Fostering community is a vital element of successful NFT projects, and Discord’s appeal is that it offers a space for members to gather and interact with each other and the brand directly. It also has a flexible architecture that allows a brand to set up different channels within a server, or add features like gated access or third-party apps. But when a brand plays host to a community, it also becomes responsible for managing it and keeping it safe.

“You’re creating a new mouth to feed,” said [Ian McMillan, chief growth officer at web3 platform Mojito]. “You’re creating a channel that needs constant management, updating and moderation. You’re creating a new cost for yourself. And unless you really invest, you’re not going to see a return on that investment.”

Related Jobs:

Social Media and Design Manager, Citizen Femme — London, United Kingdom

Senior UX Designer, Aeyde — Berlin, Germany

Director Social Media, Fashion Nova — Los Angeles, United States


7. Why Thom Browne Is a Promising Pick for CFDA Chairman

Thom Browne will begin his post as chairman of the Council of Fashion Designers of America in January 2023.

Thom Browne may be the perfect pick for chairman of the Council of Fashion Designers of America (CFDA), US fashion’s top trade organisation. From imaginative runways and sporting collaborations to a left-of-centre take on celebrity dressing, Browne [...] has insider cachet as well as sales of about €263 million in 2021.

Browne [...] launched his line at Barneys New York at the height of the retailer’s power. He’s also closely connected with American Vogue and Anna Wintour, who is enmeshed with the CFDA through several joint initiatives. But while the formula that Wintour and the CFDA co-developed for building young American labels worked for Browne, it wasn’t always effective for others. Browne is going to be under plenty of pressure — especially as a cis, white male in today’s political climate — from members to show that he sees them: whether that’s by responding to emails, taking meetings or pushing CFDA executives to fund and build out more robust support programmes.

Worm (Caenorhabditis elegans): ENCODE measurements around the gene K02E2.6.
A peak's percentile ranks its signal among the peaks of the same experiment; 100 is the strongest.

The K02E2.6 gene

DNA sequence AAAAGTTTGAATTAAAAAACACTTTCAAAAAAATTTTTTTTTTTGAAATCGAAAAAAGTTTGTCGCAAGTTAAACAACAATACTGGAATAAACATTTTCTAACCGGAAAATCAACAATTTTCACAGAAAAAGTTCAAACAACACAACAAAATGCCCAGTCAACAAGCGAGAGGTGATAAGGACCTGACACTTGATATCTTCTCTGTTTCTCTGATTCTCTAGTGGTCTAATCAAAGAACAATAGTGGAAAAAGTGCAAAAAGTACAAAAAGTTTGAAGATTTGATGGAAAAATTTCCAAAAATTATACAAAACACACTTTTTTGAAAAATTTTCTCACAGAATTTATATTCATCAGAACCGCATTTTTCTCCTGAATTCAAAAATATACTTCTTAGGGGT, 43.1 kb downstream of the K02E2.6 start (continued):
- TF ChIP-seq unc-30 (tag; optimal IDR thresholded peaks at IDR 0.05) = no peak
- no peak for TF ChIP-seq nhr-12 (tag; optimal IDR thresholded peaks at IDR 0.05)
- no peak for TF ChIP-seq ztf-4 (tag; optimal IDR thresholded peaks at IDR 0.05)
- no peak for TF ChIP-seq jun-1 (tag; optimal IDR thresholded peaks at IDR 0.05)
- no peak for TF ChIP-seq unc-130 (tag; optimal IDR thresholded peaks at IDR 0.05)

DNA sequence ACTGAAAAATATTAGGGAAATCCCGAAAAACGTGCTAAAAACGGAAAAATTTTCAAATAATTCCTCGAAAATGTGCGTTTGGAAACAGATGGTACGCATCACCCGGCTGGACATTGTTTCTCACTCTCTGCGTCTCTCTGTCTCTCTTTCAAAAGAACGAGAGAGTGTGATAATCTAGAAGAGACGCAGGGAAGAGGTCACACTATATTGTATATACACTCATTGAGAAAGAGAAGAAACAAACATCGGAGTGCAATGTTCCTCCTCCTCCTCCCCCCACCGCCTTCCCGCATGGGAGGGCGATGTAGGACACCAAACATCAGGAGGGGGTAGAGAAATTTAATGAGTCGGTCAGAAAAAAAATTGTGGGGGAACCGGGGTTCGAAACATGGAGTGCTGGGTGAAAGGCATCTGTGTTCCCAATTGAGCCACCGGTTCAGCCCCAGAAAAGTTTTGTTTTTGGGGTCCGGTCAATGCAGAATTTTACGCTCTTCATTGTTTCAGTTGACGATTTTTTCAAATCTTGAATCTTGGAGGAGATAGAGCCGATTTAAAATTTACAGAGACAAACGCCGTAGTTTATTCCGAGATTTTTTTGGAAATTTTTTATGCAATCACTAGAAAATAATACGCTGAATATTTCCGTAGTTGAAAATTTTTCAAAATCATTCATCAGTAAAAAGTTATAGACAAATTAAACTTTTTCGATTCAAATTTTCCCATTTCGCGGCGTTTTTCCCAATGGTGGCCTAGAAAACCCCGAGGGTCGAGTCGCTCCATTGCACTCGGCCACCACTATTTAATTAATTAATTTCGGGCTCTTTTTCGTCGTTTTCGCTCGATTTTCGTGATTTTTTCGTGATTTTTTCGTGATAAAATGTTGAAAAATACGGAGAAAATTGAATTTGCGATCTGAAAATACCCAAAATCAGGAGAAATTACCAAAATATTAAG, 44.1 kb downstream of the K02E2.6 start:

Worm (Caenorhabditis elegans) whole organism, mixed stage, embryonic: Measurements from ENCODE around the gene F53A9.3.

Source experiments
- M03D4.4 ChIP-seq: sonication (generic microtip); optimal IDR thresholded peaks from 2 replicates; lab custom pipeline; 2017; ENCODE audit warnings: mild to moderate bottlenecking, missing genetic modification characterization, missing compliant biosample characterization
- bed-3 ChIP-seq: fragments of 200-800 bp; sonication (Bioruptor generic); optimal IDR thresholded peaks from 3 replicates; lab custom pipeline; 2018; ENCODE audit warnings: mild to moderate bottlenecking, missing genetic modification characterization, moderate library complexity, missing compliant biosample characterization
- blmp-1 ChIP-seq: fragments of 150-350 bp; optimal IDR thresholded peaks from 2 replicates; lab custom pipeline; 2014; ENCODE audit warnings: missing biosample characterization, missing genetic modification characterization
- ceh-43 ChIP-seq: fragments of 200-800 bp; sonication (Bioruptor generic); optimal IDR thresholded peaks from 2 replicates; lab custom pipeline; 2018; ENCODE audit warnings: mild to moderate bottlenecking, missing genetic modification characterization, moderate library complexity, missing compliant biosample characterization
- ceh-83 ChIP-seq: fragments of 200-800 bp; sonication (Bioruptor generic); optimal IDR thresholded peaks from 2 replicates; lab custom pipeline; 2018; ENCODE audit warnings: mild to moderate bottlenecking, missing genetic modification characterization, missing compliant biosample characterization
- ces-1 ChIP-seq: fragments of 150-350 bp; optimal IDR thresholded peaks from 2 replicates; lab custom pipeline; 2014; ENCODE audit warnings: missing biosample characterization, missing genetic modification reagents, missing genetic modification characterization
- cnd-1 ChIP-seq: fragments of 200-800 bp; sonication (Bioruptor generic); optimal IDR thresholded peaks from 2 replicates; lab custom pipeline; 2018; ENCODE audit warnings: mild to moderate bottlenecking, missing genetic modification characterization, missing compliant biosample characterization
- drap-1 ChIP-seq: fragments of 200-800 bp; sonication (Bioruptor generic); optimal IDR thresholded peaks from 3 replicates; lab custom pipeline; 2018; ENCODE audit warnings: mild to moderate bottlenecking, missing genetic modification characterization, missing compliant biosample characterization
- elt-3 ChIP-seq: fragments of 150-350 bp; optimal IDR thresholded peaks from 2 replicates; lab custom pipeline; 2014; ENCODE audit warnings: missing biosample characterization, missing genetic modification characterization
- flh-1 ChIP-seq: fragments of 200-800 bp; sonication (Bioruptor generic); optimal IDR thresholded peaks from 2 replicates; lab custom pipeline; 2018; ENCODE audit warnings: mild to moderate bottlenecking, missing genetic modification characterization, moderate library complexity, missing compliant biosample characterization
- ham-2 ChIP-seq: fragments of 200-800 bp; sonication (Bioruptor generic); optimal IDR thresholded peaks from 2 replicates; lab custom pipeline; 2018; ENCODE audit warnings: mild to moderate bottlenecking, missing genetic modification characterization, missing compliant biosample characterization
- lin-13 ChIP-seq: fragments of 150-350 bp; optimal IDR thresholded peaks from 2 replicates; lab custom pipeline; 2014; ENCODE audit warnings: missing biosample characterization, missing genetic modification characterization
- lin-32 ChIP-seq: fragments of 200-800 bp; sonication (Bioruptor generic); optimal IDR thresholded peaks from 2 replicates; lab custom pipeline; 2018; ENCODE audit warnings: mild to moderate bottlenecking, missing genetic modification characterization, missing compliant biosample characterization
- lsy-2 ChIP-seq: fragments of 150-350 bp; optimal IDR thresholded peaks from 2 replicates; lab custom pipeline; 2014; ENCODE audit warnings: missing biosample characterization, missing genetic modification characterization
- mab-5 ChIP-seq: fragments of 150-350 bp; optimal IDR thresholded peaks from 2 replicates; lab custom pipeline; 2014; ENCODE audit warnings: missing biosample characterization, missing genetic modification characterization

Related Jobs:

Art Director, Omnes — London, United Kingdom

Associate Creative Director, Banana Republic — New York, United States

Associate Designer, White House Black Market — Fort Myers, United States


8. Why Brands Cast Older Celebrities to Court Younger Consumers

Diane Keaton is one of the stars of J.Crew's "Heritage Made Modern" campaign.

For J.Crew to pull off its brand revival, it needs to attract new, younger customers. Why, then, did the retailer cast 45-year-old “Yellowjackets” star Melanie Lynskey, 61-year-old actress Julianne Moore and 76-year-old Diane Keaton, the patron saint of the coastal grandma aesthetic, in its latest celebrity campaign?

Brands do this not just to showcase multi-generational appeal, but also to give themselves an aspirational bent. Who, after all, wouldn’t want to be as chic as Diane Keaton at 76? There’s a prestige that these women exude because they have reached true pop culture “icon” status. It’s also a surprise and a delight, to use a marketer-favourite term, when consumers see older celebrities cast in ads, because brands typically feature much younger models, marketing experts say.

Related Jobs:

Producer, Camilla and Marc — London, United Kingdom

Senior Graphic Designer, Dorothee Schumacher — Mannheim, Germany

Digital Product Manager, Tapestry — Shanghai, China